Let the eggnog cool to room temperature, then refrigerate, covered, for at least 3 to 4 hours or overnight. Because the cinnamon and nutmeg may sink to the bottom while chilling, stir before serving. Serve chilled in a small glass or cup with a sprinkle of nutmeg on top.

Hot Dog Stuffing

My stepmother was Mexican, and one Thanksgiving her sister-in-law Carmen made the stuffing. And probably the turkey as well, though I’m not sure. The stuffing was memorable in all the wrong ways…

…Because Carmen made the stuffing with hot dogs. To say it clashed with the turkey is the understatement of the century. Now there are legitimate stuffing recipes made with sausage. So I’ll never know if Carmen thought hot dogs were more or less the same thing or what. But I laugh about that Thanksgiving to this day.

So Happy Thanksgiving! No hot dogs in the stuffing, O.K.?


Poblano Mushroom Enchiladas with Avocado Cream Sauce

This recipe is a knockout. And I have anecdotal proof: My husband, who is culinarily hard to please, couldn’t stop raving about it. It’s a little more work than usual, so you might want your sous chef, that is, a friend, partner or child, to help you. They won’t be sorry.

The fun thing about developing your own cuisine is that you can mix and match existing recipes to make new ones, then add a few tweaks of your own. The filling for these enchiladas, for instance, comes from Bon Appetit’s recipe for poblano and mushroom tacos. The avocado cilantro cream sauce is from Gimme Delicious. And the enchilada assembly and baking is from The Recipe Critic’s Chicken Enchiladas with Avocado Cream Sauce.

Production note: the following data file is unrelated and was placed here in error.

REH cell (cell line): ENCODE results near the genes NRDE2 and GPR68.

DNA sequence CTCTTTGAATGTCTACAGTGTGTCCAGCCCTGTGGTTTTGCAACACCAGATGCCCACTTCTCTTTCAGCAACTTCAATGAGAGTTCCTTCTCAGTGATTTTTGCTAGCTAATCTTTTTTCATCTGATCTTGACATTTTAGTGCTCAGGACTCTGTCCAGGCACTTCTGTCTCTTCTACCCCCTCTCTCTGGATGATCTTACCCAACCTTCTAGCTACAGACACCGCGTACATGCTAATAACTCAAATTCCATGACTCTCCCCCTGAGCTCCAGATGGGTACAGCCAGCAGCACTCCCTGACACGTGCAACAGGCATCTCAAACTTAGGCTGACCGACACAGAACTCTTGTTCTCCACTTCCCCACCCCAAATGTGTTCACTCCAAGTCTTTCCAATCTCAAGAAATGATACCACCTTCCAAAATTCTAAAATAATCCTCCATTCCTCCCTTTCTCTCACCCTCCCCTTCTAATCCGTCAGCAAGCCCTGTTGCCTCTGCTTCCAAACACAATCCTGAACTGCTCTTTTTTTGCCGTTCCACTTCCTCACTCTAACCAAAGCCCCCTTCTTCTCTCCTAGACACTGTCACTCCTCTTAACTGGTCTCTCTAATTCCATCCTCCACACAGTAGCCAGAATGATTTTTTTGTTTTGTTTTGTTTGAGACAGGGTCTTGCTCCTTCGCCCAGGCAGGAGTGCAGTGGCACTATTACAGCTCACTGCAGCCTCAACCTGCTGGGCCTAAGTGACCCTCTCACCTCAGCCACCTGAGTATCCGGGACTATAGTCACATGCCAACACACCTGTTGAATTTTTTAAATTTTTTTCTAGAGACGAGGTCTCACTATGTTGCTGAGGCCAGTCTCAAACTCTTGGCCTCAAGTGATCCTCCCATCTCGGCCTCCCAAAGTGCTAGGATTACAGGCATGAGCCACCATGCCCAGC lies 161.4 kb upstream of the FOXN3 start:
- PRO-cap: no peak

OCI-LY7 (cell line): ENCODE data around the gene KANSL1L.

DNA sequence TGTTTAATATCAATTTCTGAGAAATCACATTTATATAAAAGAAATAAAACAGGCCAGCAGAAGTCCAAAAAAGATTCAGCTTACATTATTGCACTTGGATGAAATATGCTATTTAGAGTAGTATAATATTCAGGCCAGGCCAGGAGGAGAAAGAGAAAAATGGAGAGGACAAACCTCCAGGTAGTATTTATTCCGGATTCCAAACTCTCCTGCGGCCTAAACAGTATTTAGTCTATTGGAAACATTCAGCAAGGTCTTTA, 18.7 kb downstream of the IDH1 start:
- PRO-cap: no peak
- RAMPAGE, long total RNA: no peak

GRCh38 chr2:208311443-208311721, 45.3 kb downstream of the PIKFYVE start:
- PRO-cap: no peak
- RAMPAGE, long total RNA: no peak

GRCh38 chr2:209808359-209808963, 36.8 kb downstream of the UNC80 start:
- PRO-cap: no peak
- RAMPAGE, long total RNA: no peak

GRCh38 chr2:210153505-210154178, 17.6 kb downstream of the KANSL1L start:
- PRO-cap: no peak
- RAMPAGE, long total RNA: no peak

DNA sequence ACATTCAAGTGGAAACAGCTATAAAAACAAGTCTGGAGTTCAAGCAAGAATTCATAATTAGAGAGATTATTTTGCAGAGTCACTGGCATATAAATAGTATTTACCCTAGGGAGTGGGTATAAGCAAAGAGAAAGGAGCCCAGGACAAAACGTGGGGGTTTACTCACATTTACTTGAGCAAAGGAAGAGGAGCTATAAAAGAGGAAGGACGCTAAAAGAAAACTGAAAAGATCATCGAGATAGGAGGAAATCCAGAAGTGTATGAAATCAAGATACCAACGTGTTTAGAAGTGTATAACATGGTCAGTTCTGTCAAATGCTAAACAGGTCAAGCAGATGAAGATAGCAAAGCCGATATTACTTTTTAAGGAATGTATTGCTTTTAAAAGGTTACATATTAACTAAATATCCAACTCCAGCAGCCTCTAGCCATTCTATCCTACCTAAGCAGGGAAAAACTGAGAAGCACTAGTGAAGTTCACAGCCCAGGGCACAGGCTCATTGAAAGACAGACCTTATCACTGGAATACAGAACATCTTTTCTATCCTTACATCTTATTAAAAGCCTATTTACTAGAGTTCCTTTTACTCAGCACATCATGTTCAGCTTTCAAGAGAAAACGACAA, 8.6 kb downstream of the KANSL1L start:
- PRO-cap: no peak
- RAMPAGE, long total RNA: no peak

Together, they make something wonderful. So here are these recipes in combination, with a few minor modifications. And I know my pictures look like a movie star’s face before it’s been Photoshopped, but the food tastes great. Thanks for visiting my blog!


The Filling
4 tablespoons olive oil
2 medium to large poblano chiles, seeded, sliced into strips
1 red onion, sliced
6 ounces crimini mushrooms, sliced (about 2 1/2 cups)
2 teaspoons cumin
salt to taste (I recommend 1/2 teaspoon)

Heat oil in skillet on medium-high and add chiles, red onion and mushrooms. Sauté for 5 minutes. Turn off heat, then add cumin and salt. Mix well and set aside.

The Avocado Cream Sauce
1 California avocado
1 clove garlic, peeled
1/4 cup chopped cilantro
1/4 cup plain nonfat Greek yogurt
1/3 cup water
1 tablespoon fresh lime juice
4 tablespoons olive oil
1/4 teaspoon Kosher salt
1/4 teaspoon black pepper

Place ingredients in a blender and whirl until smooth, scraping down the sides of the blender as necessary. Set aside.

Make the filling and the cream sauce first, then preheat the oven to 350 degrees while you cook the tortillas.

The Tortillas
8 corn tortillas
olive oil